Who touches production?

Last week’s post on the BPM/BR webinars originally contained a lot more of my brain pouring out onto the keyboard because of things said during both of the webinars about business, IT and production systems, so I gathered up all the ideas and let them stew for a few days.

As long as I’ve been working with workflow and BPM products, the vendors have been claiming that the business users/analysts can design the process flows and modify them in response to changing business conditions, and in fact have implied (or actually stated) that the business side would make changes to the business process in production. And, as long as I’ve been working with these systems and their users, that has never happened.

I haven’t worked much with business rules systems, but I see a lot of the same type of claims about business users/analysts being responsible for modifying the production systems and that gave me a bit of hesitation because I know how that really translates over in BPM land. Both of the BPM-BR webinars reaffirmed my suspicions: no one really lets the business side touch a production business rules system, even if it has a pretty user interface. Give the business a sandbox for changing testing rules, but they’re not going to be the ones responsible for regression testing these against what’s already in production, and then getting them into production.

In the second webinar, John Rymer (the Forrester analyst) stated in one of his slides that business analysts will make changes, thereby providing the business agility promised by these systems, but when he returned to the point later, he requalified this as “business analysts or garden-variety programmers”; what he really appeared to mean is that you don’t have to use a highly-trained business rules specialist to do this — quite a bit different than what was stated on the slide, or implied by most of the BR vendors.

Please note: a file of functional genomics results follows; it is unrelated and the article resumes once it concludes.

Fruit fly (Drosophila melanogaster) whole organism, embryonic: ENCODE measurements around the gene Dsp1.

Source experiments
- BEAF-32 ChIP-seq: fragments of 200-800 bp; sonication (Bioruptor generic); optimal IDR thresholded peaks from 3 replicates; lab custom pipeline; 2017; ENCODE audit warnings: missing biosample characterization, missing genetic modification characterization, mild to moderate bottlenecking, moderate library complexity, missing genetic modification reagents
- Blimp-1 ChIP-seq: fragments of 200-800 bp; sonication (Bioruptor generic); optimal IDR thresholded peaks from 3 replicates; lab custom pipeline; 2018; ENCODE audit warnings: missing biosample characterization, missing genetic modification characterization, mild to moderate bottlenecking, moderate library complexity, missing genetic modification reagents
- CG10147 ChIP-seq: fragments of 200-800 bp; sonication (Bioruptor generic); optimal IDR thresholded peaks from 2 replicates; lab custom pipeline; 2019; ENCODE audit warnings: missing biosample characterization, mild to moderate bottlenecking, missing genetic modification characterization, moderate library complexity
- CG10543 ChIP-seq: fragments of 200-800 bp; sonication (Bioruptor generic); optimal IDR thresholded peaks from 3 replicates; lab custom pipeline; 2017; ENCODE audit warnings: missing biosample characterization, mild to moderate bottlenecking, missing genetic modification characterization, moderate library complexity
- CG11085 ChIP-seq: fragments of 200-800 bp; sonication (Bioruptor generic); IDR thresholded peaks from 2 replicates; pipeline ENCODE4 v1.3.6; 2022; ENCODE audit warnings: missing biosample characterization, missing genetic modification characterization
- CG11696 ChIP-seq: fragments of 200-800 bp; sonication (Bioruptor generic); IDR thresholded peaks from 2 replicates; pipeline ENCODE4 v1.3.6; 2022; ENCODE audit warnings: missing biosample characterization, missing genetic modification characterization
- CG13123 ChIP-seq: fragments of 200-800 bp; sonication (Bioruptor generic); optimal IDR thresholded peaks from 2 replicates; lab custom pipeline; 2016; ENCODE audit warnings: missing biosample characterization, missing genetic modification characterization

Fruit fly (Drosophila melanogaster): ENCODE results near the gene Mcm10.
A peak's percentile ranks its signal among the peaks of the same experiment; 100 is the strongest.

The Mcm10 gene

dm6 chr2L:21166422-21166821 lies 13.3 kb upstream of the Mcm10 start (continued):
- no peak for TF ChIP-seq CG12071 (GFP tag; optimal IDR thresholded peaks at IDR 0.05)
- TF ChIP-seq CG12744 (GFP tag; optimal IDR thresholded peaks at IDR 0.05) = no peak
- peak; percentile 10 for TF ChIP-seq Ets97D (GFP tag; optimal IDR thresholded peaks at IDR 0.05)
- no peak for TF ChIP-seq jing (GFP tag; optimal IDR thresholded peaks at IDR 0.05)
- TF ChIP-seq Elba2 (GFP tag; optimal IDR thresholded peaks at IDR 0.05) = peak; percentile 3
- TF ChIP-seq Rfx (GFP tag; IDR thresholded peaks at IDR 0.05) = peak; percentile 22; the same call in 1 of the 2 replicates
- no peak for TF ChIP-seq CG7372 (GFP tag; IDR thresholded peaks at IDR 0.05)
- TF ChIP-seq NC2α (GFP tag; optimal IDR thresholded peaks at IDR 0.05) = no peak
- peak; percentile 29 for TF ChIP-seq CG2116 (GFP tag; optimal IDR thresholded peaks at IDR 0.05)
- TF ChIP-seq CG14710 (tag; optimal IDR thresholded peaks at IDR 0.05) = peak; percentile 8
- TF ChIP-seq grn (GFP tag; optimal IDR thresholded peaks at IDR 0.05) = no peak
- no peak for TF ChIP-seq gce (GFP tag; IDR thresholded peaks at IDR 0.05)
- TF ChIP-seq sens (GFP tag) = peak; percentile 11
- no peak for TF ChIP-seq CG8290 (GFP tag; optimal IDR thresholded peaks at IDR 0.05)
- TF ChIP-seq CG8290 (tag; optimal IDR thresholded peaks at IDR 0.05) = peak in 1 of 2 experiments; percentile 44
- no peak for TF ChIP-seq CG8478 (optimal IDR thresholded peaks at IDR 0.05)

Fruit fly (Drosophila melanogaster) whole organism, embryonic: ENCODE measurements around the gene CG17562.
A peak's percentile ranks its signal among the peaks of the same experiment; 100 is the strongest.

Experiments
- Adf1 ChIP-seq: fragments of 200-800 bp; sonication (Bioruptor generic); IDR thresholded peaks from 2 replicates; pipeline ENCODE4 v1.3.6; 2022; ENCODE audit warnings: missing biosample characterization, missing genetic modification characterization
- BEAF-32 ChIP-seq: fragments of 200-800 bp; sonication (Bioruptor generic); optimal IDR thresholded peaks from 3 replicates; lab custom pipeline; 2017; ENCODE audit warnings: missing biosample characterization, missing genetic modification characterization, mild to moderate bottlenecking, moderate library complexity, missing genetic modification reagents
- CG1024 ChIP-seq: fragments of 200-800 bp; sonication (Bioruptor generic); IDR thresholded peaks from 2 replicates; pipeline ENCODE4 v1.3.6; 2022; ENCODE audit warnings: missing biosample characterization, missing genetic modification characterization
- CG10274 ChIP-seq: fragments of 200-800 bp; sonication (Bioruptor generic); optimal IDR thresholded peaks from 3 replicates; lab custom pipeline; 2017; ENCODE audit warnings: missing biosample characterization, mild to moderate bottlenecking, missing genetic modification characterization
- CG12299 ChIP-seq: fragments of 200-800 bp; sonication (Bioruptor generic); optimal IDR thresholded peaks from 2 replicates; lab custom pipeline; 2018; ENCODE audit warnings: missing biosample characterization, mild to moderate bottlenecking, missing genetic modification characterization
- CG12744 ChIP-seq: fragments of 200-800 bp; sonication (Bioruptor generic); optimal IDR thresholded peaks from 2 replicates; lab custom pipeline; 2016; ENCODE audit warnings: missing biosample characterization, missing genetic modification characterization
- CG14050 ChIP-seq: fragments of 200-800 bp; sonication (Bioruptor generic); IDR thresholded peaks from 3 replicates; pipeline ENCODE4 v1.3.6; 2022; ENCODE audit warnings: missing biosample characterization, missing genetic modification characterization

Furthermore, during the Q&A at the end of the webinar, Rymer admitted that the “single source of truth” that he referred to earlier in the presentation would be governed by IT, although the content would be developed collaboratively with the business.

I don’t disagree with this: I think that if IT is responsible for care and feeding of a system, they should be responsible for making what are essentially programming changes (albeit through that pretty UI) to a production system. As I mentioned previously, in most cases the business side doesn’t have the systems skills to take responsibility for this — not that they’re stupid, but they’ve developed their skills in other areas that IT is clueless about, such as how the business actually works. The big problems are:

  • How do you distinguish between a change that can be made by the business versus one that must be handed over to IT? The answer to this lies in assessing the potential damage that can be caused by making the change in the absence of regression testing against the existing environment.
  • How do you ensure that when IT must make a change, they make the right change? The answer to this lies in communications and signoff procedures between the business and IT, particularly in making sure that they are using the same language and that the change requests are in writing.

And now we’re putting together two types of systems — BPM and BR — that both state (seemingly erroneously) that business users/analysts can make changes during production. Yeah, right.

After more than 15 years of working with BPM vendors who were passing around the same Kool-Aid, the BR vendors should take a lesson from what you lose by overstating ease of use, and provide some realistic guidelines for exactly what who’s going to do what in a real BR production environment.

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